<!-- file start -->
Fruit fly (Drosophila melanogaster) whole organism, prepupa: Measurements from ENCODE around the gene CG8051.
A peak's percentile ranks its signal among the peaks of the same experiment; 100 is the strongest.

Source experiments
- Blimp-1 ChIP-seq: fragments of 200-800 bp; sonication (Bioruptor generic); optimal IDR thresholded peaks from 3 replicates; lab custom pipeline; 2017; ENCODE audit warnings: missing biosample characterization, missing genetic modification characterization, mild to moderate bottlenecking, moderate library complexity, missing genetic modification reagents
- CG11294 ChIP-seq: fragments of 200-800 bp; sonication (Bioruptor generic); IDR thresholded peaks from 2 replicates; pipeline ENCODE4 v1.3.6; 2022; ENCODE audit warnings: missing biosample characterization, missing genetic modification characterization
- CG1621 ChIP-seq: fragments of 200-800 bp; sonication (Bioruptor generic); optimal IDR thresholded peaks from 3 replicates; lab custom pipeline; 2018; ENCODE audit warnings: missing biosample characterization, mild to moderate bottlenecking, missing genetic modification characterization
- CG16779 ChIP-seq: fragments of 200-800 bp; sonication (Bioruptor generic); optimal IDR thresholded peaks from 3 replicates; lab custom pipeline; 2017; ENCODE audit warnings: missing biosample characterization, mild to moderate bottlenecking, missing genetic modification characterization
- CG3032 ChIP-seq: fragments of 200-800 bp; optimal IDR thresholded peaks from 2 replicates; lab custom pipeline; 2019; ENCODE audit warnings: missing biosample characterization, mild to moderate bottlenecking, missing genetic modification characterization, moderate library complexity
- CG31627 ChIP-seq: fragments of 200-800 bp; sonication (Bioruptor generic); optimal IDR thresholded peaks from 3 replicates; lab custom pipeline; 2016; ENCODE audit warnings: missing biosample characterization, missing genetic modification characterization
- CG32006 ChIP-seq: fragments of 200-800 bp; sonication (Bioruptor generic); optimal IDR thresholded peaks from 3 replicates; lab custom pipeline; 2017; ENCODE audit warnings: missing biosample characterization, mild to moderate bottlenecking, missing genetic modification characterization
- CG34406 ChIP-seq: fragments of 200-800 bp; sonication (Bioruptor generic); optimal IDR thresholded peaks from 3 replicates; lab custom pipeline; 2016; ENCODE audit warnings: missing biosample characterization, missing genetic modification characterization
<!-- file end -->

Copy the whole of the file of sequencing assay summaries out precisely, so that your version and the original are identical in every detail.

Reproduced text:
Fruit fly (Drosophila melanogaster) whole organism, prepupa: Measurements from ENCODE around the gene CG8051.
A peak's percentile ranks its signal among the peaks of the same experiment; 100 is the strongest.

Source experiments
- Blimp-1 ChIP-seq: fragments of 200-800 bp; sonication (Bioruptor generic); optimal IDR thresholded peaks from 3 replicates; lab custom pipeline; 2017; ENCODE audit warnings: missing biosample characterization, missing genetic modification characterization, mild to moderate bottlenecking, moderate library complexity, missing genetic modification reagents
- CG11294 ChIP-seq: fragments of 200-800 bp; sonication (Bioruptor generic); IDR thresholded peaks from 2 replicates; pipeline ENCODE4 v1.3.6; 2022; ENCODE audit warnings: missing biosample characterization, missing genetic modification characterization
- CG1621 ChIP-seq: fragments of 200-800 bp; sonication (Bioruptor generic); optimal IDR thresholded peaks from 3 replicates; lab custom pipeline; 2018; ENCODE audit warnings: missing biosample characterization, mild to moderate bottlenecking, missing genetic modification characterization
- CG16779 ChIP-seq: fragments of 200-800 bp; sonication (Bioruptor generic); optimal IDR thresholded peaks from 3 replicates; lab custom pipeline; 2017; ENCODE audit warnings: missing biosample characterization, mild to moderate bottlenecking, missing genetic modification characterization
- CG3032 ChIP-seq: fragments of 200-800 bp; optimal IDR thresholded peaks from 2 replicates; lab custom pipeline; 2019; ENCODE audit warnings: missing biosample characterization, mild to moderate bottlenecking, missing genetic modification characterization, moderate library complexity
- CG31627 ChIP-seq: fragments of 200-800 bp; sonication (Bioruptor generic); optimal IDR thresholded peaks from 3 replicates; lab custom pipeline; 2016; ENCODE audit warnings: missing biosample characterization, missing genetic modification characterization
- CG32006 ChIP-seq: fragments of 200-800 bp; sonication (Bioruptor generic); optimal IDR thresholded peaks from 3 replicates; lab custom pipeline; 2017; ENCODE audit warnings: missing biosample characterization, mild to moderate bottlenecking, missing genetic modification characterization
- CG34406 ChIP-seq: fragments of 200-800 bp; sonication (Bioruptor generic); optimal IDR thresholded peaks from 3 replicates; lab custom pipeline; 2016; ENCODE audit warnings: missing biosample characterization, missing genetic modification characterization